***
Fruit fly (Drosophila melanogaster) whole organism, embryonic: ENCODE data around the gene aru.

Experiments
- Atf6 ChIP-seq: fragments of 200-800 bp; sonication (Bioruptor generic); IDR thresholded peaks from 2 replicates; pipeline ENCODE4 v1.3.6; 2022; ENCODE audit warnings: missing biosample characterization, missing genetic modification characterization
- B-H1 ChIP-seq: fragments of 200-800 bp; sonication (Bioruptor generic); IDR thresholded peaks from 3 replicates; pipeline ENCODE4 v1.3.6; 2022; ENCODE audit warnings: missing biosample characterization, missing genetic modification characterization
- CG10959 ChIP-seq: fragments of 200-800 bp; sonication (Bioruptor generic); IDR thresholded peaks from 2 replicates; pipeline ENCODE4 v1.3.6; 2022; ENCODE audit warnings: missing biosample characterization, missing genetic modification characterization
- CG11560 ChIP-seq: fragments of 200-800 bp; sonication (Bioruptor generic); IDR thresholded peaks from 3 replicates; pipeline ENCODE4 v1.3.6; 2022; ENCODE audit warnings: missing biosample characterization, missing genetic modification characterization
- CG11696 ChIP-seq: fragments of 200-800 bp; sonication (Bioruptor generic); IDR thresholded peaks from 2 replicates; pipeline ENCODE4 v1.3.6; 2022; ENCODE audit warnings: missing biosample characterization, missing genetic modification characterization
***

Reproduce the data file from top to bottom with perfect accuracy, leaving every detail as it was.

Fruit fly (Drosophila melanogaster) whole organism, embryonic: ENCODE data around the gene aru.

Experiments
- Atf6 ChIP-seq: fragments of 200-800 bp; sonication (Bioruptor generic); IDR thresholded peaks from 2 replicates; pipeline ENCODE4 v1.3.6; 2022; ENCODE audit warnings: missing biosample characterization, missing genetic modification characterization
- B-H1 ChIP-seq: fragments of 200-800 bp; sonication (Bioruptor generic); IDR thresholded peaks from 3 replicates; pipeline ENCODE4 v1.3.6; 2022; ENCODE audit warnings: missing biosample characterization, missing genetic modification characterization
- CG10959 ChIP-seq: fragments of 200-800 bp; sonication (Bioruptor generic); IDR thresholded peaks from 2 replicates; pipeline ENCODE4 v1.3.6; 2022; ENCODE audit warnings: missing biosample characterization, missing genetic modification characterization
- CG11560 ChIP-seq: fragments of 200-800 bp; sonication (Bioruptor generic); IDR thresholded peaks from 3 replicates; pipeline ENCODE4 v1.3.6; 2022; ENCODE audit warnings: missing biosample characterization, missing genetic modification characterization
- CG11696 ChIP-seq: fragments of 200-800 bp; sonication (Bioruptor generic); IDR thresholded peaks from 2 replicates; pipeline ENCODE4 v1.3.6; 2022; ENCODE audit warnings: missing biosample characterization, missing genetic modification characterization